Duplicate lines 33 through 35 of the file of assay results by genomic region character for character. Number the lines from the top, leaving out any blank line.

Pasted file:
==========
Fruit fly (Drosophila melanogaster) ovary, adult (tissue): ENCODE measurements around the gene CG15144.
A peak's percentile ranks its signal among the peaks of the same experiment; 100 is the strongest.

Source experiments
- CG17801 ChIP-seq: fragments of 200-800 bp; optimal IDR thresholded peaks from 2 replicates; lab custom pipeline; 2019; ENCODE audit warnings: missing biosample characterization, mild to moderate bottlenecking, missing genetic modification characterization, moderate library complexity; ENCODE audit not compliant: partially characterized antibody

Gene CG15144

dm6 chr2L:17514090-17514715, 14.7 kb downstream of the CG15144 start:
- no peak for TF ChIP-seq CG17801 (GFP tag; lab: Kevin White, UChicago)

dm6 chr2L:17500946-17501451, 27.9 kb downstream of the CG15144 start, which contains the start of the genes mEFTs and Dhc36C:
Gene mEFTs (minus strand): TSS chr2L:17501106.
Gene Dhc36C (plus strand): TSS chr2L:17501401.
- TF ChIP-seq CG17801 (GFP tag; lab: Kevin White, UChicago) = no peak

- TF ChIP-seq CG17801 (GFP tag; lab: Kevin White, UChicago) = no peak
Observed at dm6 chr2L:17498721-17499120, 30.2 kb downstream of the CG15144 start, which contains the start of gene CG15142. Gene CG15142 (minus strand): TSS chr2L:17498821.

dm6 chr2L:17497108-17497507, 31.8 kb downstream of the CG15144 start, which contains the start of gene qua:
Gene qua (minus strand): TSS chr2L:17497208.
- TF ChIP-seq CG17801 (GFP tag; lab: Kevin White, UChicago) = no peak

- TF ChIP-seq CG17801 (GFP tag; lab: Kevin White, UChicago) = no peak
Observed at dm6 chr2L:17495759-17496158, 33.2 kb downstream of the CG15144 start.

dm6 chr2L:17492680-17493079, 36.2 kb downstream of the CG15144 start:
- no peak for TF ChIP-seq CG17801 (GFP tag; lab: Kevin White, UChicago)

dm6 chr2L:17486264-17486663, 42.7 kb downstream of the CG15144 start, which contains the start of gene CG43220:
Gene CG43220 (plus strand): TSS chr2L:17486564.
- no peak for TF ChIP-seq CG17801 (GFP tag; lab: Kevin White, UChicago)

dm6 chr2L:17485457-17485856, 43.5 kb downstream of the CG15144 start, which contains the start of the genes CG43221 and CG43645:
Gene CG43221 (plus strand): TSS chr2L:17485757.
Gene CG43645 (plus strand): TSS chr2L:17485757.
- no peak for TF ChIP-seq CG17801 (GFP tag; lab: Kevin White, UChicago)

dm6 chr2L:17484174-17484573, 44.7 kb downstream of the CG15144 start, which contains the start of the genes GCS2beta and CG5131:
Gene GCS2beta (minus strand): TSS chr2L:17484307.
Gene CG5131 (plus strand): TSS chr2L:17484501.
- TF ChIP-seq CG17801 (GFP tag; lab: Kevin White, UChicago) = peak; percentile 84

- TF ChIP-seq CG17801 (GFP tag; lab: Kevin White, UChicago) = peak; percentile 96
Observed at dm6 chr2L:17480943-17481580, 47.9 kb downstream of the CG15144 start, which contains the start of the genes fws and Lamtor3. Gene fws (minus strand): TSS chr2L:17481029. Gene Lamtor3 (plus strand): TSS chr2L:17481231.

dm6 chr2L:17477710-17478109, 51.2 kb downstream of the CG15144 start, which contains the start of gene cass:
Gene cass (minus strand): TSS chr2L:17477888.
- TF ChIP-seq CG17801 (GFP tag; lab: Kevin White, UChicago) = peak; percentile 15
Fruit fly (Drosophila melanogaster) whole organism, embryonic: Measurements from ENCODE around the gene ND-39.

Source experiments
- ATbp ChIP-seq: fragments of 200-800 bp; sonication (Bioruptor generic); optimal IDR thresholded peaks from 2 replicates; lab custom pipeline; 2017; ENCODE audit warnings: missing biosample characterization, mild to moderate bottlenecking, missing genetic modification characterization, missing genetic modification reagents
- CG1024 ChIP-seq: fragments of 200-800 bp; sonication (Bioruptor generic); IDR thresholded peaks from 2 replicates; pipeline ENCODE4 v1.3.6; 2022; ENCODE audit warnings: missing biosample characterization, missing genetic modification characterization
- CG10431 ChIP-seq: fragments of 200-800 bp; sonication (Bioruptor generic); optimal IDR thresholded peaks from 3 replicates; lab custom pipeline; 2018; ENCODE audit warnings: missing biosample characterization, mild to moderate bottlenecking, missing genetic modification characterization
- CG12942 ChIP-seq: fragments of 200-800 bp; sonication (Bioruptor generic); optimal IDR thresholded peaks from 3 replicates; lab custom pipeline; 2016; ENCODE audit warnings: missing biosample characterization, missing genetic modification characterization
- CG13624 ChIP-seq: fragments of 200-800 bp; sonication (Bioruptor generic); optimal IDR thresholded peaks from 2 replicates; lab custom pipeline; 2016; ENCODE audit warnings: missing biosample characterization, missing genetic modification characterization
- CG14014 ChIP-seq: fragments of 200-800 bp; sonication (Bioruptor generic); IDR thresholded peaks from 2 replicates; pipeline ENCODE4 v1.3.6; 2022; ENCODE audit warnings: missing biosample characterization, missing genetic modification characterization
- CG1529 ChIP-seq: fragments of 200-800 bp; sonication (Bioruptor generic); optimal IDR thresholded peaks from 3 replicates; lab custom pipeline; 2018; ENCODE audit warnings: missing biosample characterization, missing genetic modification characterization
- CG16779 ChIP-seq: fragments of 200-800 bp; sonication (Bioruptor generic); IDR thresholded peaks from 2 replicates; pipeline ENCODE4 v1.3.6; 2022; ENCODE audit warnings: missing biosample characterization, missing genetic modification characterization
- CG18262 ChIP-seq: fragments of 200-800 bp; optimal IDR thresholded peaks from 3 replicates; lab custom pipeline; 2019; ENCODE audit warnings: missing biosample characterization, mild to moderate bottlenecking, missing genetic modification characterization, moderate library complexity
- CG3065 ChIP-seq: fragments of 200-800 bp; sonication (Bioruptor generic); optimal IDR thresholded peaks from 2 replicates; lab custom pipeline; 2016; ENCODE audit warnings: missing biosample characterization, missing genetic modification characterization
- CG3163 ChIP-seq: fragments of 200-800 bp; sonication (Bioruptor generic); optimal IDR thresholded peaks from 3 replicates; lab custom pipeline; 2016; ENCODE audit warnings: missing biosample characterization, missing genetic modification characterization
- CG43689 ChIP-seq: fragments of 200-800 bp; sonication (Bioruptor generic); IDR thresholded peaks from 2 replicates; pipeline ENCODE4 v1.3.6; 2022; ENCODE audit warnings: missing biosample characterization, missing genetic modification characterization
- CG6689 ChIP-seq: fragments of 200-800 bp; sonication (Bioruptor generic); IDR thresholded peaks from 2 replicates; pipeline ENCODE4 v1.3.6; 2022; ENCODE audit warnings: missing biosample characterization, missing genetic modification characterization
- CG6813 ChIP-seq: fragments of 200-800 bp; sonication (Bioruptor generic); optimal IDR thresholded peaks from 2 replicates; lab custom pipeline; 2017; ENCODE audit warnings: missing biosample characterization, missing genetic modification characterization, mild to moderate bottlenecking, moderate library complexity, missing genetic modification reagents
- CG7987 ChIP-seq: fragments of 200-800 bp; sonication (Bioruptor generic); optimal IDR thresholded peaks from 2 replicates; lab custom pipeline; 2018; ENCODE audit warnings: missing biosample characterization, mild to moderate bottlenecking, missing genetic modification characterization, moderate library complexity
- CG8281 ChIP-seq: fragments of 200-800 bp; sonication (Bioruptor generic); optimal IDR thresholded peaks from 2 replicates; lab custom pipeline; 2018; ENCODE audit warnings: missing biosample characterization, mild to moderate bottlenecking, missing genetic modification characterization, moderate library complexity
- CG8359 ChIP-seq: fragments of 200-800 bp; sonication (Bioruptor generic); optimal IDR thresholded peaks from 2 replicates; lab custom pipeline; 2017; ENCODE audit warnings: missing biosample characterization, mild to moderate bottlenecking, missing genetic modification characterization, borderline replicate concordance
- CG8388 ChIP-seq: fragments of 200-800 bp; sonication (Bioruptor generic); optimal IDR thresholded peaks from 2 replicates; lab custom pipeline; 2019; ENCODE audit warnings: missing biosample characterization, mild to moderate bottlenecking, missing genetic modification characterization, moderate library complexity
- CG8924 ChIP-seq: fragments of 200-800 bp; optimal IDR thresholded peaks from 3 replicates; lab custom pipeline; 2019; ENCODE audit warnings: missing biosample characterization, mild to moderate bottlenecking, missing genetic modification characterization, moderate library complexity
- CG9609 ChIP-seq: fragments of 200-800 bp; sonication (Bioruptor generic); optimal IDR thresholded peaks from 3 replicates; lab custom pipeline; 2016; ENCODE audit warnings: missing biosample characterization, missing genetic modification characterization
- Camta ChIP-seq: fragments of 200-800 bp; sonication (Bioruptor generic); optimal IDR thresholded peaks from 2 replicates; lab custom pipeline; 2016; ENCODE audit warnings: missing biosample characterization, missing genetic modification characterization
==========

Observed at dm6 chr2L:17480943-17481580, 47.9 kb downstream of the CG15144 start, which contains the start of the genes fws and Lamtor3. Gene fws (minus strand): TSS chr2L:17481029. Gene Lamtor3 (plus strand): TSS chr2L:17481231.

dm6 chr2L:17477710-17478109, 51.2 kb downstream of the CG15144 start, which contains the start of gene cass:
Gene cass (minus strand): TSS chr2L:17477888.